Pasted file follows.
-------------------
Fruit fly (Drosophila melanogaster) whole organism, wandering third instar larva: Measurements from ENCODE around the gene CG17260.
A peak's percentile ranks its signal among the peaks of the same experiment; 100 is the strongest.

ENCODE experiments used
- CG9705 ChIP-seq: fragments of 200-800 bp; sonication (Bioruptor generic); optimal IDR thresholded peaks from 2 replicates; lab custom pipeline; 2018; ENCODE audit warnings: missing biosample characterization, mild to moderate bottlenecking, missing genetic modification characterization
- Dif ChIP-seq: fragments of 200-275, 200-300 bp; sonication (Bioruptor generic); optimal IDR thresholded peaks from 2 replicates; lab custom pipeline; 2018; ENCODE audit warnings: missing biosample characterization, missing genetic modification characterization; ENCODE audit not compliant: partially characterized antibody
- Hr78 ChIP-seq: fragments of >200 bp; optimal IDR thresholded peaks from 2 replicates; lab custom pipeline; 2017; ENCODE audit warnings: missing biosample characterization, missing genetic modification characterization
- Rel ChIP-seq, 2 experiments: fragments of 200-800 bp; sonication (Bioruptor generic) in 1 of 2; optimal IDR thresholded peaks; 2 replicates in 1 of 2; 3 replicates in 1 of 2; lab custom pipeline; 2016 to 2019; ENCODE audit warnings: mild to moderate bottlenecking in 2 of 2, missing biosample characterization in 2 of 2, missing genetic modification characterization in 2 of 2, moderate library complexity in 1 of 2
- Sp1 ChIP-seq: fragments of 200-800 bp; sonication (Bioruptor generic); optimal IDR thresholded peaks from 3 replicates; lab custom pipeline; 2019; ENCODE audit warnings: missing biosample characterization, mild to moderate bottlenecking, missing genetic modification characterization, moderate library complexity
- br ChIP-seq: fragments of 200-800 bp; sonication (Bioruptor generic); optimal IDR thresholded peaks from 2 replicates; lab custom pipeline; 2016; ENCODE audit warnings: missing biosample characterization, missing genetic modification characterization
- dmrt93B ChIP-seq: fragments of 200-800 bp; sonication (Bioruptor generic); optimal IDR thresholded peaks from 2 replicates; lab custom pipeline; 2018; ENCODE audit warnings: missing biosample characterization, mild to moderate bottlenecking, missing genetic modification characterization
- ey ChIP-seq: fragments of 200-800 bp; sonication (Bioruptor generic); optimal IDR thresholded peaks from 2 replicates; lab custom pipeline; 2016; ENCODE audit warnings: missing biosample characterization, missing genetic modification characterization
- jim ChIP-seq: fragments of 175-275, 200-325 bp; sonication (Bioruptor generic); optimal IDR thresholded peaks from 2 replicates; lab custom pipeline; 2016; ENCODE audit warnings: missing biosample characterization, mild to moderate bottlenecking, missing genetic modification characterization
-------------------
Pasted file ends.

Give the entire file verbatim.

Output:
Fruit fly (Drosophila melanogaster) whole organism, wandering third instar larva: Measurements from ENCODE around the gene CG17260.
A peak's percentile ranks its signal among the peaks of the same experiment; 100 is the strongest.

ENCODE experiments used
- CG9705 ChIP-seq: fragments of 200-800 bp; sonication (Bioruptor generic); optimal IDR thresholded peaks from 2 replicates; lab custom pipeline; 2018; ENCODE audit warnings: missing biosample characterization, mild to moderate bottlenecking, missing genetic modification characterization
- Dif ChIP-seq: fragments of 200-275, 200-300 bp; sonication (Bioruptor generic); optimal IDR thresholded peaks from 2 replicates; lab custom pipeline; 2018; ENCODE audit warnings: missing biosample characterization, missing genetic modification characterization; ENCODE audit not compliant: partially characterized antibody
- Hr78 ChIP-seq: fragments of >200 bp; optimal IDR thresholded peaks from 2 replicates; lab custom pipeline; 2017; ENCODE audit warnings: missing biosample characterization, missing genetic modification characterization
- Rel ChIP-seq, 2 experiments: fragments of 200-800 bp; sonication (Bioruptor generic) in 1 of 2; optimal IDR thresholded peaks; 2 replicates in 1 of 2; 3 replicates in 1 of 2; lab custom pipeline; 2016 to 2019; ENCODE audit warnings: mild to moderate bottlenecking in 2 of 2, missing biosample characterization in 2 of 2, missing genetic modification characterization in 2 of 2, moderate library complexity in 1 of 2
- Sp1 ChIP-seq: fragments of 200-800 bp; sonication (Bioruptor generic); optimal IDR thresholded peaks from 3 replicates; lab custom pipeline; 2019; ENCODE audit warnings: missing biosample characterization, mild to moderate bottlenecking, missing genetic modification characterization, moderate library complexity
- br ChIP-seq: fragments of 200-800 bp; sonication (Bioruptor generic); optimal IDR thresholded peaks from 2 replicates; lab custom pipeline; 2016; ENCODE audit warnings: missing biosample characterization, missing genetic modification characterization
- dmrt93B ChIP-seq: fragments of 200-800 bp; sonication (Bioruptor generic); optimal IDR thresholded peaks from 2 replicates; lab custom pipeline; 2018; ENCODE audit warnings: missing biosample characterization, mild to moderate bottlenecking, missing genetic modification characterization
- ey ChIP-seq: fragments of 200-800 bp; sonication (Bioruptor generic); optimal IDR thresholded peaks from 2 replicates; lab custom pipeline; 2016; ENCODE audit warnings: missing biosample characterization, missing genetic modification characterization
- jim ChIP-seq: fragments of 175-275, 200-325 bp; sonication (Bioruptor generic); optimal IDR thresholded peaks from 2 replicates; lab custom pipeline; 2016; ENCODE audit warnings: missing biosample characterization, mild to moderate bottlenecking, missing genetic modification characterization